AfghanistanSpecial Reports

Collapse of Afghan Media; How Did Suraj Survive Drowning in Greek Waters?

Bayan News

Sayed Abdul Raqib Fayaz

The change of regime in Afghanistan, the withdrawal of foreign forces and international organizations from the country, cast a shadow over many sectors, and above all, led to the destruction of independent media in Afghanistan, resulting in hundreds of media workers either losing their jobs or resorting to dangerous and illegal migration.

In addition, with the fall of the republican system, a number of Western and European countries exempted themselves from transferring vulnerable journalists. They attempted to relocate them to a safe place. However, due to the extent of corruption and inefficiency in this process, many media personnel and journalists remained behind and made their own decisions to reach a safe place, but they did not anticipate the difficulties they would face.

This report focuses on the challenges faced by a media worker who had been working for many years in one of the television networks in northern Afghanistan and is currently living in Istanbul, Turkey, in an undocumented manner.

This media worker’s name is Suraj, and a few months after the fall of Kabul to the Islamic Emirate, he decided to enter Turkey legally by obtaining a two-month visa.

Suraj states that during the two months, he tried to extend his visa, but the Turkish government refused to do so. After that, he continued his life in this country fearfully and in a clandestine manner.

According to him, due to the difficulties and hardships of living as an illegal immigrant in Istanbul, Turkey, and upon the advice of his friends, he decides to reach Italy by boat.

He explains that initially, along with 250 others, they are transported from Istanbul, guided by a smuggler, in a truck to the area where they are supposed to board the ship. After three hours of waiting, the ship finally arrives, and after eight hours, they enter Greek waters.

This media worker vividly remembers that upon entering Greek waters, he and the other passengers of the boat are detained by the Greek police and sent back. He further adds that they were adrift in the waters for about ten hours until the passengers of the boat contacted the Turkish police and were rescued from drowning.

The Turkish police transfer Suraj and the other refugees to Antalya camp, where they are kept for three months without the minimum facilities. Then, a deadly earthquake strikes Turkey, and they are released from the camp without requesting any documents. Suraj returns to Istanbul once again.

This is not the end of Suraj’s illegal journey to Europe; after a short period, he decides to put himself in danger again to reach his final destination.

Suraj coordinates with a smuggler to once again travel towards Italy. Accompanied by over 100 others, they gather in Antalya city, Turkey, and are transported by a truck.

After a seven-hour journey, they reach an area full of forests, where they are supposed to board the ship. However, after one hour, they are surrounded by the Turkish police. Suraj, not willing to return to the camp, escapes with one other person and spends a whole day wandering as refugees in the mountains.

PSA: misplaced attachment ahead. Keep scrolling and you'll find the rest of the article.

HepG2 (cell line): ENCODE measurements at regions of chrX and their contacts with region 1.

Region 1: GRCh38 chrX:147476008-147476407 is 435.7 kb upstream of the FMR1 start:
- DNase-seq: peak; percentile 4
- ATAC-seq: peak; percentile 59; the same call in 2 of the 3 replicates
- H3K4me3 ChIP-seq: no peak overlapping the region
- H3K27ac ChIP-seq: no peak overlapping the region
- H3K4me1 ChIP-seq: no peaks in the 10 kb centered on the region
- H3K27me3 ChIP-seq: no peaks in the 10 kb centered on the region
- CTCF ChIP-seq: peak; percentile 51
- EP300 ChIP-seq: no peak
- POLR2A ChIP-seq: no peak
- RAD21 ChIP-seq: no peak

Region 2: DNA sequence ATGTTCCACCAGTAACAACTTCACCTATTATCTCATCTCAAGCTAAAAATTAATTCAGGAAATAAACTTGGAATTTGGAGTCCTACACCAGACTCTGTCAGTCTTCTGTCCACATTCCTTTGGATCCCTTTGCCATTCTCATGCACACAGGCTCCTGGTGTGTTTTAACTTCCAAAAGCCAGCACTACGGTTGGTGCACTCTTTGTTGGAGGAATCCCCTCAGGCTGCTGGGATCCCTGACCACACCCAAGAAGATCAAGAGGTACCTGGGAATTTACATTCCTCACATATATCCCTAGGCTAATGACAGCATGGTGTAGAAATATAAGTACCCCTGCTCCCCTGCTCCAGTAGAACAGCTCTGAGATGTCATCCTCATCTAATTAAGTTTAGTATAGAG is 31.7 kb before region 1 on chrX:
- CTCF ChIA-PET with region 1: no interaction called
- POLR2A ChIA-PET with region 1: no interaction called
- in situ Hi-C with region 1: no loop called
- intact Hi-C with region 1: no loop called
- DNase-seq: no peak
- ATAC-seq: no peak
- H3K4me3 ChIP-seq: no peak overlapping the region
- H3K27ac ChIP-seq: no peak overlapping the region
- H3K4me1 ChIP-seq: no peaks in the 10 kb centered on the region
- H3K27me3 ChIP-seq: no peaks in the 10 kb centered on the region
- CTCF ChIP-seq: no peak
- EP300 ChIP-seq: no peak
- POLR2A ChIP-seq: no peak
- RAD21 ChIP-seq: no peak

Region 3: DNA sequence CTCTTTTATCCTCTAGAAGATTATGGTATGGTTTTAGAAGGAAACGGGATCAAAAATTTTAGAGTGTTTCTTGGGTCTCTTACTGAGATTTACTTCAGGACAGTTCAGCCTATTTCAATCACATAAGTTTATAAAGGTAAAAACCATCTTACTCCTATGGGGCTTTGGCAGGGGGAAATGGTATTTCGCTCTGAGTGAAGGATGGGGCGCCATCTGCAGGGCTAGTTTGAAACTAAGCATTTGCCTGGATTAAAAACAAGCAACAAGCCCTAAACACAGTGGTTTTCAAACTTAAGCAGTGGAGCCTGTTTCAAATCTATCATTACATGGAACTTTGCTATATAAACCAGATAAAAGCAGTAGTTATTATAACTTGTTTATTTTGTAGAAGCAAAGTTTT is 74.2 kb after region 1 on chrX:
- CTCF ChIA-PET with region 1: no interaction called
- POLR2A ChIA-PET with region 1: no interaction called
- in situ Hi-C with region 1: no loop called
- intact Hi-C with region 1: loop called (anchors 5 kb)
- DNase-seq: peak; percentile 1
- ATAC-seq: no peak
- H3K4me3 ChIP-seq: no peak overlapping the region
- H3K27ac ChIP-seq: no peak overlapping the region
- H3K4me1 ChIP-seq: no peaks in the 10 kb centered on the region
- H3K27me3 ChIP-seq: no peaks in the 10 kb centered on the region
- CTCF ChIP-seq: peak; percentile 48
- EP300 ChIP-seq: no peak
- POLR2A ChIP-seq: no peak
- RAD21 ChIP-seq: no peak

When Suraj attempts to descend from the mountains and return to Istanbul, he is arrested by the police and transferred to the camp, where he spends ten difficult days until he is finally released.

Suraj’s third decision is to travel to Italy by land. Suraj believes that although the land route is longer, it may be cheaper to reach Italy. Suraj and other refugees coordinate with a smuggler and gather once again in a hostel. After a few hours, they learn that the Turkish police are looking to detain them, and they ultimately change their plans and abandon the land journey to Italy.

Suraj believes that if the Turkish government does not take action against refugees and does not return Afghans to Afghanistan until they can continue their lives with dignity, refugees would never risk their lives with the slogan of “Death or Europe.”

Meanwhile, some journalists in Kabul say that the media situation in Afghanistan is extremely dire, and with the collapse of the media, media workers are now trying to overcome this economic crisis.

Sayed Amin Hemat, one of the journalists in Kabul who has been unemployed for a year, says that economic problems have led media workers to embark on illegal smuggling and travel routes to escape this economic crisis. They are trying to reach Western and European countries to find refuge.

However, over the past two years, hundreds of visual, audio, and print media outlets have ceased operations due to economic problems and imposed restrictions. With the collapse of these media outlets, hundreds of media workers have become unemployed, and many of them have become displaced to neighboring and European countries.

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